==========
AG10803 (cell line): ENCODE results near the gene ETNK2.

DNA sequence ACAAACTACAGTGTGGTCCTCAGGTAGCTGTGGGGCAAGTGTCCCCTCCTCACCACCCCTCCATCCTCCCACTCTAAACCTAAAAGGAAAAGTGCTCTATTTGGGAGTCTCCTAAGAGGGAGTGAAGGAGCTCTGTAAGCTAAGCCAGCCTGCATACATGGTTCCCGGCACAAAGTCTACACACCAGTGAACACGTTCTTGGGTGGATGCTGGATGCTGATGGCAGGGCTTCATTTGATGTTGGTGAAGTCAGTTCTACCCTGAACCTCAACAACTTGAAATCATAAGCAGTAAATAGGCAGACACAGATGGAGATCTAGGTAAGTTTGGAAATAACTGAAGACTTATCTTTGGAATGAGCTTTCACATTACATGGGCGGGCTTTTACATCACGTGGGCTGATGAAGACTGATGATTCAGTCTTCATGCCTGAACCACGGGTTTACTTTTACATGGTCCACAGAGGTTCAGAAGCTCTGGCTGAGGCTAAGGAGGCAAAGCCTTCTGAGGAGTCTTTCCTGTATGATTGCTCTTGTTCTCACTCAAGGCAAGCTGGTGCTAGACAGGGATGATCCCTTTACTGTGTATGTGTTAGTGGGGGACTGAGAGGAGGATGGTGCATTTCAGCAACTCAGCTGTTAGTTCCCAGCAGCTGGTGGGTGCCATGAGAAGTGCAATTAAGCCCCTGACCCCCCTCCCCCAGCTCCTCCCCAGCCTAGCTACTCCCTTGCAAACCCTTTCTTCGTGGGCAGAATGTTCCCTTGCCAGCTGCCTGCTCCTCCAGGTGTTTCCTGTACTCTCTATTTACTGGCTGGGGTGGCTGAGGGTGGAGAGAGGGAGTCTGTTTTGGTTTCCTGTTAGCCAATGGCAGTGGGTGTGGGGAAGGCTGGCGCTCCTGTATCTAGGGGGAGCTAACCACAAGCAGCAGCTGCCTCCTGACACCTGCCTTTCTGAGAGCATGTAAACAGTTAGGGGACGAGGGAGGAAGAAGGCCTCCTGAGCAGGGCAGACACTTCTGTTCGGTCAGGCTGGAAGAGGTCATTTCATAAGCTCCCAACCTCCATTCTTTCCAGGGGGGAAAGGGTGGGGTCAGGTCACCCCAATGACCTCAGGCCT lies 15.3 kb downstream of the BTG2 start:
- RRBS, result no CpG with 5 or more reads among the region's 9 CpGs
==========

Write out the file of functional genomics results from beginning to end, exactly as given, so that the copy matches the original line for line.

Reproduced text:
AG10803 (cell line): ENCODE results near the gene ETNK2.

DNA sequence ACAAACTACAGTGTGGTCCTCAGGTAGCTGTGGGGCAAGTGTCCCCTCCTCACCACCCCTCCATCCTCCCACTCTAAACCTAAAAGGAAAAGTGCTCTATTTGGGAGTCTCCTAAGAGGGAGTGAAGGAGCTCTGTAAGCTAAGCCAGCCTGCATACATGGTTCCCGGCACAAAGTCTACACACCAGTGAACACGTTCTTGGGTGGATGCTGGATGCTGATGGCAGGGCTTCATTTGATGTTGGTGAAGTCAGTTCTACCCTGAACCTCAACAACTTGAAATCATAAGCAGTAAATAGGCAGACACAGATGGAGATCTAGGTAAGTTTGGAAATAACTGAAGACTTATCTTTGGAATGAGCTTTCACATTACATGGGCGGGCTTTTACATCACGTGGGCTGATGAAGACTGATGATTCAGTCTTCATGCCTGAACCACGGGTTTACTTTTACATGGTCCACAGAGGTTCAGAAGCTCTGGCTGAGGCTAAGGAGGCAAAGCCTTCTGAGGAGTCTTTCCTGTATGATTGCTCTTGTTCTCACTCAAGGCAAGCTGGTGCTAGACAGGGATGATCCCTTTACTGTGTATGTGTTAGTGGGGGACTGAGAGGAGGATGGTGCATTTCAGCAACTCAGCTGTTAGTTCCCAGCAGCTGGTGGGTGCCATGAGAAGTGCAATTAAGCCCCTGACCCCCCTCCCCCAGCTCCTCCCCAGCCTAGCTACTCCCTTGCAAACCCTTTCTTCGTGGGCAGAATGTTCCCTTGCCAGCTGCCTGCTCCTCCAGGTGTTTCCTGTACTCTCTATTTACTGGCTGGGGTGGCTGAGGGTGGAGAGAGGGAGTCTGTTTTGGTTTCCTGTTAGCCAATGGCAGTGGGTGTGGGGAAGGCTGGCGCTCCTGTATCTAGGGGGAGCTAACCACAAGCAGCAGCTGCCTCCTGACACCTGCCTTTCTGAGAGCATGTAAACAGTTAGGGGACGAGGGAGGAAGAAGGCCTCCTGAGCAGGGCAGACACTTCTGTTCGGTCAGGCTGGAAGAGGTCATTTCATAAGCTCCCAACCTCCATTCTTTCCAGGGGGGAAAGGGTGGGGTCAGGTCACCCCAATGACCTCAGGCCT lies 15.3 kb downstream of the BTG2 start:
- RRBS, result no CpG with 5 or more reads among the region's 9 CpGs